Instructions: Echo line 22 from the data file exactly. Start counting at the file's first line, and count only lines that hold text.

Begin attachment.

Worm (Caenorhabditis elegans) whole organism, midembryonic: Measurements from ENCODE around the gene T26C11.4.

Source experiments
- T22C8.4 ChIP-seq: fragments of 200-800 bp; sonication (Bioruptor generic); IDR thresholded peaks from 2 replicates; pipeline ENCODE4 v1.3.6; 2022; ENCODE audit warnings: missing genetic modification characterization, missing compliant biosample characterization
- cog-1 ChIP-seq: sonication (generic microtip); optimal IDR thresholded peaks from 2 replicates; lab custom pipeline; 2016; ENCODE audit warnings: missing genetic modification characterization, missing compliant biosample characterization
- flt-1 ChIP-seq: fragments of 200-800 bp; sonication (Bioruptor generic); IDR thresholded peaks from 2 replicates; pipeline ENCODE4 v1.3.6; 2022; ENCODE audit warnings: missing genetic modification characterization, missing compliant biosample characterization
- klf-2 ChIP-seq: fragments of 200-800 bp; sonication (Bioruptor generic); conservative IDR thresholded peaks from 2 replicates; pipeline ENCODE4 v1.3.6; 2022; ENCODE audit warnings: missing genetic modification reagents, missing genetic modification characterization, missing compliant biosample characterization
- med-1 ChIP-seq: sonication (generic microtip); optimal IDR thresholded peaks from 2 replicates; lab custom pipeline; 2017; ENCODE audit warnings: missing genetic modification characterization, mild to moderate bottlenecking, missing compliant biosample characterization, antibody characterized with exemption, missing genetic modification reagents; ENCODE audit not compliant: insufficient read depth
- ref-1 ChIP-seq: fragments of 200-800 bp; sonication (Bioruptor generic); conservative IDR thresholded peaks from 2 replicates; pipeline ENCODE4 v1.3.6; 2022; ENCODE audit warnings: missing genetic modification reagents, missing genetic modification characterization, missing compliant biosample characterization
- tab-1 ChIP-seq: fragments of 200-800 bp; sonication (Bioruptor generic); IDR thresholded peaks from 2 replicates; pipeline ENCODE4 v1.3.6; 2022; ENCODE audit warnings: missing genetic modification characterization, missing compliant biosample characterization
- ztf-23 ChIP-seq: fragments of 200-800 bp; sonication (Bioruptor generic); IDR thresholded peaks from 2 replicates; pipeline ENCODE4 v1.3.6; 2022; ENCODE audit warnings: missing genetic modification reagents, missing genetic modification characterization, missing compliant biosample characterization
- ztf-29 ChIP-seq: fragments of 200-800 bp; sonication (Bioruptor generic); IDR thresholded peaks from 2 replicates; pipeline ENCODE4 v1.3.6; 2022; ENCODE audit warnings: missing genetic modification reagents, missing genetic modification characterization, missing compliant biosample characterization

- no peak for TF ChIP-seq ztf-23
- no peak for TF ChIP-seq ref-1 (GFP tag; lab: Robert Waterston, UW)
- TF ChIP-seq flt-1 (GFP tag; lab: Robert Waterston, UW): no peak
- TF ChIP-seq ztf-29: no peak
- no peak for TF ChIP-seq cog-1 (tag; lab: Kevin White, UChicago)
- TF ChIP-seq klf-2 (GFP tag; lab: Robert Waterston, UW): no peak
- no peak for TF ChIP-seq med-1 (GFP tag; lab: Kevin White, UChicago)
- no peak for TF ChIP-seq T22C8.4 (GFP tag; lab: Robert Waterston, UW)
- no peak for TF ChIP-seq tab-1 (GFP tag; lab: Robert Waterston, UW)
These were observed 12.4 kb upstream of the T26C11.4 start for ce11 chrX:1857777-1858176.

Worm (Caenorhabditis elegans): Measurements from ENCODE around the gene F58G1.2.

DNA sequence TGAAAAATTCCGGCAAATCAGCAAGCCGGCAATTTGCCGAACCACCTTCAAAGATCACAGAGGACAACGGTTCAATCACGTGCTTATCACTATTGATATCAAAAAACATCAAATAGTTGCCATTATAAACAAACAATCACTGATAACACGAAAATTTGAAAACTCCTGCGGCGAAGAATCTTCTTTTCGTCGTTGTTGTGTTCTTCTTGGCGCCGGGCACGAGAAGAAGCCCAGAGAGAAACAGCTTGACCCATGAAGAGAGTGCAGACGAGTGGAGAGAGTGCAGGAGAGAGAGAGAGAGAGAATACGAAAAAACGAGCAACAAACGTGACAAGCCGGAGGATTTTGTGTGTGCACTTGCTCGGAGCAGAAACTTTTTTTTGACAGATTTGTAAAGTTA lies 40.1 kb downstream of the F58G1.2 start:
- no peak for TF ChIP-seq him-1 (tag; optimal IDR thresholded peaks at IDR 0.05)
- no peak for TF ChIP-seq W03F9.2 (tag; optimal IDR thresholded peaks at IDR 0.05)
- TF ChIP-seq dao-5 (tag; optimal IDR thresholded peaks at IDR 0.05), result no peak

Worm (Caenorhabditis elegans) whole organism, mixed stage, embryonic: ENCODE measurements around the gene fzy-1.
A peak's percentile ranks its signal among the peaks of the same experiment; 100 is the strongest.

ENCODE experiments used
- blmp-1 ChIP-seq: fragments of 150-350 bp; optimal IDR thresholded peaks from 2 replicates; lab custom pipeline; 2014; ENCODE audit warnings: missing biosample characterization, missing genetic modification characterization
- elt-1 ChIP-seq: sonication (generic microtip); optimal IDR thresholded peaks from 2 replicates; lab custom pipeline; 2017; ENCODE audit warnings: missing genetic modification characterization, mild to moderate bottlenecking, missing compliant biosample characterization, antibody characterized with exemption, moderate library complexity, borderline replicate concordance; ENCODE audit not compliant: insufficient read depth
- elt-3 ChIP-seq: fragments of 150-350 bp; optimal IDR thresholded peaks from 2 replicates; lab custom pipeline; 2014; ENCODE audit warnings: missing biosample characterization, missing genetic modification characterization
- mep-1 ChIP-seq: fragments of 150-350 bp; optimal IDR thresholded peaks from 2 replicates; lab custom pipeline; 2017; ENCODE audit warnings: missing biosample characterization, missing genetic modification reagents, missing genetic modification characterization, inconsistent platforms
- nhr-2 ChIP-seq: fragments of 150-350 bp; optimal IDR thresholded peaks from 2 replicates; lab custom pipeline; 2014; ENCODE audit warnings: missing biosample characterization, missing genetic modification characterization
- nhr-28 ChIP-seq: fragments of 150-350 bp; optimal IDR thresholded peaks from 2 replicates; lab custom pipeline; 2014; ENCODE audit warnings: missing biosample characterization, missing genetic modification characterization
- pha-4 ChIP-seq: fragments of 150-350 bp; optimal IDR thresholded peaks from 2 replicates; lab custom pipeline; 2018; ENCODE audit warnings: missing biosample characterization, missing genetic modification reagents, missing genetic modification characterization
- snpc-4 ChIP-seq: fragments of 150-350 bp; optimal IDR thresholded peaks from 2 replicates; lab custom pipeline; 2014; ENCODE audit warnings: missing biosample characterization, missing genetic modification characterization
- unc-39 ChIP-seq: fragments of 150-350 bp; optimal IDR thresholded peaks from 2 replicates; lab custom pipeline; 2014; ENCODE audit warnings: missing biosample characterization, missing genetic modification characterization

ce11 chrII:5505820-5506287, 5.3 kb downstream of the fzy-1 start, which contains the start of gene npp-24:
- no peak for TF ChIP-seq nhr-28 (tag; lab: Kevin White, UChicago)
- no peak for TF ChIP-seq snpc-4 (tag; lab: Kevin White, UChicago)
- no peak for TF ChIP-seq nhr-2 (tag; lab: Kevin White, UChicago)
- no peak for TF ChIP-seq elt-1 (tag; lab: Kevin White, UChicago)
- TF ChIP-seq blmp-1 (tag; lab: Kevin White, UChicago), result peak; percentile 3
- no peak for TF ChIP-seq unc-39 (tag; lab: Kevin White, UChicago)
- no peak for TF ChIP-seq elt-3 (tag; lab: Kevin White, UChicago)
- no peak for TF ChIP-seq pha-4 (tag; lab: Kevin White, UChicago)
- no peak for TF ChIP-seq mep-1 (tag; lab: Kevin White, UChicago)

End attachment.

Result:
Worm (Caenorhabditis elegans): Measurements from ENCODE around the gene F58G1.2.